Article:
Unfortunately, part of the gameplay experience back then was struggling past the processor lag. Today, these games play much more quickly, leaving much of the gameplay time around the puzzles, but only if the games still run at all on current operating systems. The actors succeeded in bringing an extra element of drama to the backstory of the gameplay and we used a lot of tricks to push the limitations of Betacam SP, the best video capture format that was available to us at the time.
- Among the most memorable characters in The Journeyman Project series was Arthur, an artificial intelligence and companion living inside the time travel JumpSuit worn by the game's protagonist. Some fans had even drawn a parallelism between Arthur and Marvin the Paranoid Android from Douglas Adams' The Hitchhiker's Guide to the Galaxy. Was this parallelism intentional or accidental? What was your purpose for creating Arthur, as a literary device or otherwise?
- The creative team included fans of offbeat pop culture such as Douglas Adams, Monty Python, and Buckaroo Banzai, so it's fun to see fans pick up some of the references, but I don't think it was deliberate. Matt Weinhold was simply ad libbing a lot of the humor and essentially became Arthur himself in the recording booth.
- Which game of The Journeyman Project series was your most favorite? Why?
- Legacy of Time is my favorite because it has the best narrative, but I think Buried in Time is still the best game. If it had been completed, The Journeyman Project 4 would have been my favorite game.
- What elements of the series did you feel were most underdeveloped in retrospect?
- There are countless elements that I would have liked to have seen in the shipping games, usually having to do with making the worlds larger. This is the consequence of working on a deadline. You can't have everything you want and the finished product is simply a snapshot of what the production team could accomplish given the time and resources of that day.
- What were your most memorable moments (both good and bad) while working at Presto Studios?
- The most memorable moments (both good and bad) revolved around resolving creative differences. There was such a wealth of talent in the company and there was only so much room to put it all coherently into a game. It was a powerful learning experience for everyone, because we were all so young and so idealistic. We would get into big fistfights over story details and yet remain the best of friends. Sometimes the outcome would be a clever solution that none of us would have come up with on our own.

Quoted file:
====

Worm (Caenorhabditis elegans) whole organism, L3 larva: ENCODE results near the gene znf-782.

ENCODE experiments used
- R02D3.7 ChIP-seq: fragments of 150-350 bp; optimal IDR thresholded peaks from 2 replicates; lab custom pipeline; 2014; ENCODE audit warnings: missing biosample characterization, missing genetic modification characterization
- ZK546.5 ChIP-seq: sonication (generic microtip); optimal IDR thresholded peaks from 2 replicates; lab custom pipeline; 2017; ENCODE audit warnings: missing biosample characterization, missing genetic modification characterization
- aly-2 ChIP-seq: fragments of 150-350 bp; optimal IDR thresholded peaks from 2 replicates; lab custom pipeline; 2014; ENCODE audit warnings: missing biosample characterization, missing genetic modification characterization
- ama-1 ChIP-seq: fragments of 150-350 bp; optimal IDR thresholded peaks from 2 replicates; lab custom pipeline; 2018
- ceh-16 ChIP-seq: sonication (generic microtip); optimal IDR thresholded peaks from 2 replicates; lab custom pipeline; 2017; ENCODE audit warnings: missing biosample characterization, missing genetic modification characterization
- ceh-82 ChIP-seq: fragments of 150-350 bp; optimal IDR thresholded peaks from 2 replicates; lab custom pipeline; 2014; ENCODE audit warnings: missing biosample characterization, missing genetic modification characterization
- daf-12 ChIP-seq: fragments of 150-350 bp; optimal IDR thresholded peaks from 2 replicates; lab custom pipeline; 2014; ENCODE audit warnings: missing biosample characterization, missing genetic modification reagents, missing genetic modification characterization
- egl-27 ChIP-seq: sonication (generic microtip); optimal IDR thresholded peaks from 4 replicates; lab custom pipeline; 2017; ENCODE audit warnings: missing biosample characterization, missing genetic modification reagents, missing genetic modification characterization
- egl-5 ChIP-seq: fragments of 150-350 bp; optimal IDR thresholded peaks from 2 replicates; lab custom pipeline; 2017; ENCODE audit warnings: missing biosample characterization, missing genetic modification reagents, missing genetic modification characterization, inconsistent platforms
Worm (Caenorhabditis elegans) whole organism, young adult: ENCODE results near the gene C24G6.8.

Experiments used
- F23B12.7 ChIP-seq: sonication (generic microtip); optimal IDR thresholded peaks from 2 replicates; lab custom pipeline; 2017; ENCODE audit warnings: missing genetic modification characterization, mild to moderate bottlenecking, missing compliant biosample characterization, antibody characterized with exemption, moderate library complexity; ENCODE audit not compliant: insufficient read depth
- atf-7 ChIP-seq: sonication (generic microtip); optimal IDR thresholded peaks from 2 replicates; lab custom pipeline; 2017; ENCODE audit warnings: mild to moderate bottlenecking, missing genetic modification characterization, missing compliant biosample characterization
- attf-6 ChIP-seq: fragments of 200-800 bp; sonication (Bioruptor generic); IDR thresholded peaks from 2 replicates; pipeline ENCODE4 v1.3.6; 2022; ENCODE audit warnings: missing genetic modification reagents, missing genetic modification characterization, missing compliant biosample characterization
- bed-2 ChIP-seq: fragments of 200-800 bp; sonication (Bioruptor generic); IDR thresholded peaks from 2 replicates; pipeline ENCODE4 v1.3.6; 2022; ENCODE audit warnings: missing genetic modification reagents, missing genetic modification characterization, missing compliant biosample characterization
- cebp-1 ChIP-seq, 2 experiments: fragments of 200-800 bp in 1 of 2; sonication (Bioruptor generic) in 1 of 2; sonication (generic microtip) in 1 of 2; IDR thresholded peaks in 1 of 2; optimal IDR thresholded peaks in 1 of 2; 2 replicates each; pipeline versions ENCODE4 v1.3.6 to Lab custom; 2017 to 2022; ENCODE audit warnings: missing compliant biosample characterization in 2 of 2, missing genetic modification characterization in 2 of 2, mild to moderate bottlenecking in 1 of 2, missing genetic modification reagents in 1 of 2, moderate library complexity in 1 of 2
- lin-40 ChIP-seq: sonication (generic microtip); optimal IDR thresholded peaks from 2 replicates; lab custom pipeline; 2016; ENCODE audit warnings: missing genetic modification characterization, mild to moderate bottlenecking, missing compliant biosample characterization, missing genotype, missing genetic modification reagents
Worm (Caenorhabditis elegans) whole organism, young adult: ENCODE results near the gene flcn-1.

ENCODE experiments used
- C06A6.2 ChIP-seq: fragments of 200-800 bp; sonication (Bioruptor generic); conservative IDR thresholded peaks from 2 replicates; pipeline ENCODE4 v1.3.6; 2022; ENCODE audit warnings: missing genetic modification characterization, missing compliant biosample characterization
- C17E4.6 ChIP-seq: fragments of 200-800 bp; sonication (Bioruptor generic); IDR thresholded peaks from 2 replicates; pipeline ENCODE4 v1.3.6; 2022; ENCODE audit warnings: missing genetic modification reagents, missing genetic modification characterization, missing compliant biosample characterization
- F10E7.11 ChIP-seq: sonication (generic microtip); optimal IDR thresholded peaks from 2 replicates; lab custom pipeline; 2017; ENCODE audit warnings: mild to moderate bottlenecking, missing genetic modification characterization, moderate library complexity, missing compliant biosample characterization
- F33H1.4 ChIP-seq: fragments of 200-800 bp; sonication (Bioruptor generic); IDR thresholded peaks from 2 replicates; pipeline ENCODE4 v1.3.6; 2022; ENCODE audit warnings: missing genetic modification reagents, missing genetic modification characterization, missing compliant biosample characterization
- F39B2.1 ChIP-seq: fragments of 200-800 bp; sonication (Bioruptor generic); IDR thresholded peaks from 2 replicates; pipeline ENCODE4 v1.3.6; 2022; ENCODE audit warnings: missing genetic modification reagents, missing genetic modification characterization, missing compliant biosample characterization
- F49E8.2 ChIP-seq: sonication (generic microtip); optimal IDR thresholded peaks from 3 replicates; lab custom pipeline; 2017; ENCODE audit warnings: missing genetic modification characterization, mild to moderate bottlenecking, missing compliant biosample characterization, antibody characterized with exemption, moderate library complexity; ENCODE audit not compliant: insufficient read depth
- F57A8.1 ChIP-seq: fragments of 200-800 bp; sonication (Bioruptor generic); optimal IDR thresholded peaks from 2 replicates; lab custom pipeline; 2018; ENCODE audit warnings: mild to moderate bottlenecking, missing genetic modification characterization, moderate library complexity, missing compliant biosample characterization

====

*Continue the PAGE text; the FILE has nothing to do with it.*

- With whom did you enjoy most working on The Journeyman Project series?
- I don't want to pick and choose because we're still good friends and I keep in touch with many of them. However, I do have to credit Phil Saunders with helping me meet my wife.
- How far ahead did you know about the impending closure of Presto Studios?
- A few months ahead. Although I have a tiny chunk of the company, I found out with the rest of the rank and file because I had moved on to work at Harmony Gold USA in Hollywood. The company isn't gone, it still exists on paper, but doesn't keep a full-time staff anymore.
- At the time when cofounder Michel Kripalani announced the closure of Presto Studios in November 2002, how far along was the development of The Journeyman Project 4?
- The Journeyman Project 4 was actually shelved in 1998 and most of the team ended up working on Myst III: Exile, which was without a doubt a much bigger franchise. The design document of TJP4 was pretty far along; we knew what worlds we wanted and started prototyping them. The improvements in processors and graphics cards allowed for full-screen playback but we were at a crossroads. We were trying out a full-screen variant of the pre-rendered motion video used in Legacy of Time. However, the real promise was in the real-time 3D playback of the Sprint Engine, which Presto would later use for Whacked! Walking freely around these worlds for the first time felt amazing, but there was so much engineering left to do before it was all put on hiatus.